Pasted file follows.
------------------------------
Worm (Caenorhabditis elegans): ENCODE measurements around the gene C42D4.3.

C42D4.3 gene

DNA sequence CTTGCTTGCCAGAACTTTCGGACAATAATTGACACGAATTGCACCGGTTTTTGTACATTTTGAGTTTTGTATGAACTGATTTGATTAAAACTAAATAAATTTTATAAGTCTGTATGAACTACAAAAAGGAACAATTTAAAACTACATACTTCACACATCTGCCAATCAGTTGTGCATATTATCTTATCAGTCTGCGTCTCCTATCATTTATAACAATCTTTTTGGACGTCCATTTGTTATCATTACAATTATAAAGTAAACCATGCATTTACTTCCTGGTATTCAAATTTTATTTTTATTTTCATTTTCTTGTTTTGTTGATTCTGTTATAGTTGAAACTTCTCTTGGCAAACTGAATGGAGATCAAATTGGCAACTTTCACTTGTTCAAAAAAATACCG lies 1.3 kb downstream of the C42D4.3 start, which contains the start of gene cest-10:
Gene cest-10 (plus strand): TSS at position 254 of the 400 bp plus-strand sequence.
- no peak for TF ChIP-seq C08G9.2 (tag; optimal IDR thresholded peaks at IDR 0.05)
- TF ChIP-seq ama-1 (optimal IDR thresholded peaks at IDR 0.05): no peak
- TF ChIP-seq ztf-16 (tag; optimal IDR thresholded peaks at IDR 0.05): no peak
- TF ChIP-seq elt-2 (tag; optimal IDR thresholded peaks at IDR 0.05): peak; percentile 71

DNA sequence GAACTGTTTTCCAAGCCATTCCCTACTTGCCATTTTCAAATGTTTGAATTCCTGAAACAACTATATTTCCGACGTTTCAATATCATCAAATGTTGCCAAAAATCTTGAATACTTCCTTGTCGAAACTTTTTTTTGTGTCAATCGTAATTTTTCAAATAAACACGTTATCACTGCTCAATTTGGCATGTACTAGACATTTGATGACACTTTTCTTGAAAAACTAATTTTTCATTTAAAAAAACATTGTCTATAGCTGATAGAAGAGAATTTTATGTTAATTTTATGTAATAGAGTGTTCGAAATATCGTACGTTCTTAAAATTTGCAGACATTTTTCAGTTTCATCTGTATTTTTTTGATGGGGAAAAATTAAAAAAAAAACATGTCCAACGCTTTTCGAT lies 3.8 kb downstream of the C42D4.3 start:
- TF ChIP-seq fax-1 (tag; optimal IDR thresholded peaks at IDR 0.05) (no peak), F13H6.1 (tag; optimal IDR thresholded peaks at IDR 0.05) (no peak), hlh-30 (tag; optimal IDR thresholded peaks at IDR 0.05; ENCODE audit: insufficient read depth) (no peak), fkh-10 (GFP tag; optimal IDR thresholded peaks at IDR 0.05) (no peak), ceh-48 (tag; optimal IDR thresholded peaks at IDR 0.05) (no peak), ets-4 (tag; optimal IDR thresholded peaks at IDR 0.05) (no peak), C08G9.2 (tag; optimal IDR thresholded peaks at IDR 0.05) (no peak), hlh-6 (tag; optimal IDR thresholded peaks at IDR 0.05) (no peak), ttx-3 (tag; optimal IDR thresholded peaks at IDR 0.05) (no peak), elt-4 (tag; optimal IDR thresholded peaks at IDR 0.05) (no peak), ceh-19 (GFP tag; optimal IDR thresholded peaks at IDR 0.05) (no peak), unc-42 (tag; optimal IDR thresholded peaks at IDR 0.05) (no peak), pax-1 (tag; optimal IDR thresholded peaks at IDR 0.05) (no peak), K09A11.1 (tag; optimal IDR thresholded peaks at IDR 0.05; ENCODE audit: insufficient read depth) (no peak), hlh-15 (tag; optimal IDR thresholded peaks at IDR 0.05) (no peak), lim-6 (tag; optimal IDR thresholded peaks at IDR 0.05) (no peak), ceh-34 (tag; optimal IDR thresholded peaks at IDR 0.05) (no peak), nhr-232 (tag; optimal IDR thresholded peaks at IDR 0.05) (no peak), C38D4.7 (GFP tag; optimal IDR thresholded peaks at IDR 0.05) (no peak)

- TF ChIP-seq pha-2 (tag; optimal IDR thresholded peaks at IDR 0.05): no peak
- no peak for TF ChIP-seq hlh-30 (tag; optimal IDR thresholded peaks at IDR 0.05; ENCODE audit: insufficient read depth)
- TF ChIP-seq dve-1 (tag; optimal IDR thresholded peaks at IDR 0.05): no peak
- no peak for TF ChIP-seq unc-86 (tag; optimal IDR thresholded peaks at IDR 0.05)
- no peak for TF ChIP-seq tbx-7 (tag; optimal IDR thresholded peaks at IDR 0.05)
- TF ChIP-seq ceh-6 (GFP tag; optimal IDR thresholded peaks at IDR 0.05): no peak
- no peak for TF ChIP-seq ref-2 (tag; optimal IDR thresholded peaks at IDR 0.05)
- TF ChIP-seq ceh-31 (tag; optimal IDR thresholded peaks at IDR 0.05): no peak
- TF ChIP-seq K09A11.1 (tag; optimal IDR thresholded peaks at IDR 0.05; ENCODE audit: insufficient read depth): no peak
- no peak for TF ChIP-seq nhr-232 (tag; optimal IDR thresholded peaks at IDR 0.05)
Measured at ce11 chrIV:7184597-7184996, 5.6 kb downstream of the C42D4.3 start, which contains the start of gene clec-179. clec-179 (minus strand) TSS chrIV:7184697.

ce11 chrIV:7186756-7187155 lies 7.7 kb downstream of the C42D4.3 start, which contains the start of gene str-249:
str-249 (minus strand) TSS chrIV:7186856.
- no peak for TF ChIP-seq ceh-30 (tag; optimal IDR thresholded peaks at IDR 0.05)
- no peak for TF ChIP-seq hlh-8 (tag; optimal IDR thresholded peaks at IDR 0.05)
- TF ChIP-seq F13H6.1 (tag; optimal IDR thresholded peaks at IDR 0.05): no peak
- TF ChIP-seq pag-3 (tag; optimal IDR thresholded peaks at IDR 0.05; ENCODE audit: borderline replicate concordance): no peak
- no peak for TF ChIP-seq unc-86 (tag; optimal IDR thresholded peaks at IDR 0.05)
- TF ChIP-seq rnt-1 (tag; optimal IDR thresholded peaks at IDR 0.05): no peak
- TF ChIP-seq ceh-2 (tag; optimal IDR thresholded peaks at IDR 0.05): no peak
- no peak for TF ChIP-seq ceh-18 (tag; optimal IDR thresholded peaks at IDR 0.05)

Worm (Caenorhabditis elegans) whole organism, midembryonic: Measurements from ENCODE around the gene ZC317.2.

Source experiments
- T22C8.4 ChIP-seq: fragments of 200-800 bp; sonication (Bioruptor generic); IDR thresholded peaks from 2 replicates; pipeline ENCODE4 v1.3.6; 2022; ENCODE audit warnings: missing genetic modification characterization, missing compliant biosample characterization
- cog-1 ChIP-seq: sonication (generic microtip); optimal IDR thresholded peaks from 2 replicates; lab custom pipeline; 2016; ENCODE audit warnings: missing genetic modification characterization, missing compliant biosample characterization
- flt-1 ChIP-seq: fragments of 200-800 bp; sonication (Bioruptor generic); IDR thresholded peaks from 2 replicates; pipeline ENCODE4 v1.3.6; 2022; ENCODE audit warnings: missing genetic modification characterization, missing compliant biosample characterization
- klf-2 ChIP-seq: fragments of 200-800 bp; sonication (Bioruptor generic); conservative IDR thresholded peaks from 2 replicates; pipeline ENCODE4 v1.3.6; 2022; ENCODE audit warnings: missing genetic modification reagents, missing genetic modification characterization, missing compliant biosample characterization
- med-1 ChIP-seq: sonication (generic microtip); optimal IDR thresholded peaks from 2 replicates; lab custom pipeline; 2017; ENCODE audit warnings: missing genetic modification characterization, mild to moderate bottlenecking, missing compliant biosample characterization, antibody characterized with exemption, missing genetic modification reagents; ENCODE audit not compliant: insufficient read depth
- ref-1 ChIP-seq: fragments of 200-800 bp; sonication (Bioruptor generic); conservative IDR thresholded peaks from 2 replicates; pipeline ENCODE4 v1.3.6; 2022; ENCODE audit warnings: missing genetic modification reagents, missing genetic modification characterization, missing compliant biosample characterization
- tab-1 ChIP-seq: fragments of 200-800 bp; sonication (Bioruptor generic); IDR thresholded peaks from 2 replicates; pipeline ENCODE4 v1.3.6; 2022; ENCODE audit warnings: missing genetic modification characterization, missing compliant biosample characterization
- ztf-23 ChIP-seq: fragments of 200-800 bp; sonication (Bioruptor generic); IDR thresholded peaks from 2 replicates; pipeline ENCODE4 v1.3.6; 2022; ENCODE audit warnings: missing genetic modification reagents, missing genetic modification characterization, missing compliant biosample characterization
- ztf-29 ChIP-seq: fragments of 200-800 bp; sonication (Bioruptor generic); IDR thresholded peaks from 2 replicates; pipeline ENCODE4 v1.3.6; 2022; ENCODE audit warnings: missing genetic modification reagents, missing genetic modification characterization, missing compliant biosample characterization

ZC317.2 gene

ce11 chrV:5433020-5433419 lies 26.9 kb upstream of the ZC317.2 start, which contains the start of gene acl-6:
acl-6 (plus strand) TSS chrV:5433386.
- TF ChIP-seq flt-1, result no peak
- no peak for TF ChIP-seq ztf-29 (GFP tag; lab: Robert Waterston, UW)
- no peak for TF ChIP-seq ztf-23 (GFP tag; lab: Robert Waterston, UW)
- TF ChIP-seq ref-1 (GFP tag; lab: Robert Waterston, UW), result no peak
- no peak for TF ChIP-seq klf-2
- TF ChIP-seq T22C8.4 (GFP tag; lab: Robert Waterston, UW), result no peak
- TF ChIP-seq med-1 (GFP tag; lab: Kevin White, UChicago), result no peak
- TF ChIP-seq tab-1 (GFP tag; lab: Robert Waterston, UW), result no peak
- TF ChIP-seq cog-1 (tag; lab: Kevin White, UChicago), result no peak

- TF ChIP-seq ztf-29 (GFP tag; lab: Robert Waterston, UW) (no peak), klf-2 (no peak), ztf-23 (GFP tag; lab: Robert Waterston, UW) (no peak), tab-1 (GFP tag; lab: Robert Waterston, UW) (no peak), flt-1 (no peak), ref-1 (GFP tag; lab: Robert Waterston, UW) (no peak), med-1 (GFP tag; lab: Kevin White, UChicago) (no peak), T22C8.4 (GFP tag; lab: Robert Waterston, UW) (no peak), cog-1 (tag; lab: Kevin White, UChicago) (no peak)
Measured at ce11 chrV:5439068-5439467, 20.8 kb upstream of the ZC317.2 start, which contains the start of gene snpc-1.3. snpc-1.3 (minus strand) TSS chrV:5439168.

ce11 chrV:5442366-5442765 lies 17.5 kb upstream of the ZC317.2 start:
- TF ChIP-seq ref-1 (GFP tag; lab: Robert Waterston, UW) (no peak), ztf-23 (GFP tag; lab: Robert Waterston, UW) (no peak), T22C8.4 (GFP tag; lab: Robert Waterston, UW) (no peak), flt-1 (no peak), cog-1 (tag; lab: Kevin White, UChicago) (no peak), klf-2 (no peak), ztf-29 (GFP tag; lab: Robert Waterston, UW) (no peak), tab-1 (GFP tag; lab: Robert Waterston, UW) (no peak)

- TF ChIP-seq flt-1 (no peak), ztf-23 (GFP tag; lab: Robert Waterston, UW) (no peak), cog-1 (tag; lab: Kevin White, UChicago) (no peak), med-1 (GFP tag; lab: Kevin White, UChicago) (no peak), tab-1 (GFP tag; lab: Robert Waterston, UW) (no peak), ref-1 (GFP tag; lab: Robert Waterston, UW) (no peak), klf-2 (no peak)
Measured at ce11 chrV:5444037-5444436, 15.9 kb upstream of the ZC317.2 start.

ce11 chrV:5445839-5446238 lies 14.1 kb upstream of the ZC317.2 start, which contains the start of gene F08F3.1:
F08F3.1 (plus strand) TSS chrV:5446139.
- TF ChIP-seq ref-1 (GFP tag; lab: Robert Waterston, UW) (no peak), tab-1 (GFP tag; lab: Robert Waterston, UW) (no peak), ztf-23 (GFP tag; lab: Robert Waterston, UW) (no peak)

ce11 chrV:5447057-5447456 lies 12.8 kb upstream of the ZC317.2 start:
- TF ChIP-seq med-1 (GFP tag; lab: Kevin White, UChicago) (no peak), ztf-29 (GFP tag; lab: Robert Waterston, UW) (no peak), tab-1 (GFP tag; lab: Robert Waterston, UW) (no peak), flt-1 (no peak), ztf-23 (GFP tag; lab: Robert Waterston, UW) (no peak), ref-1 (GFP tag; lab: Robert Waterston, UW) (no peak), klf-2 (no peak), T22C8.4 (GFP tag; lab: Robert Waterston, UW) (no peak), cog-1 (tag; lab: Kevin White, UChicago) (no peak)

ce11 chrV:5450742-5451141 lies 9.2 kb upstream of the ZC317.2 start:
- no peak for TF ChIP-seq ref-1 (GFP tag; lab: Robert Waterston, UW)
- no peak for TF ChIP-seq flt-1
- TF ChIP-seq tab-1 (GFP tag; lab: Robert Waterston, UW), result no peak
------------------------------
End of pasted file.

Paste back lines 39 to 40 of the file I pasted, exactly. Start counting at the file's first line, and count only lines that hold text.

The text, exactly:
- ref-1 ChIP-seq: fragments of 200-800 bp; sonication (Bioruptor generic); conservative IDR thresholded peaks from 2 replicates; pipeline ENCODE4 v1.3.6; 2022; ENCODE audit warnings: missing genetic modification reagents, missing genetic modification characterization, missing compliant biosample characterization
- tab-1 ChIP-seq: fragments of 200-800 bp; sonication (Bioruptor generic); IDR thresholded peaks from 2 replicates; pipeline ENCODE4 v1.3.6; 2022; ENCODE audit warnings: missing genetic modification characterization, missing compliant biosample characterization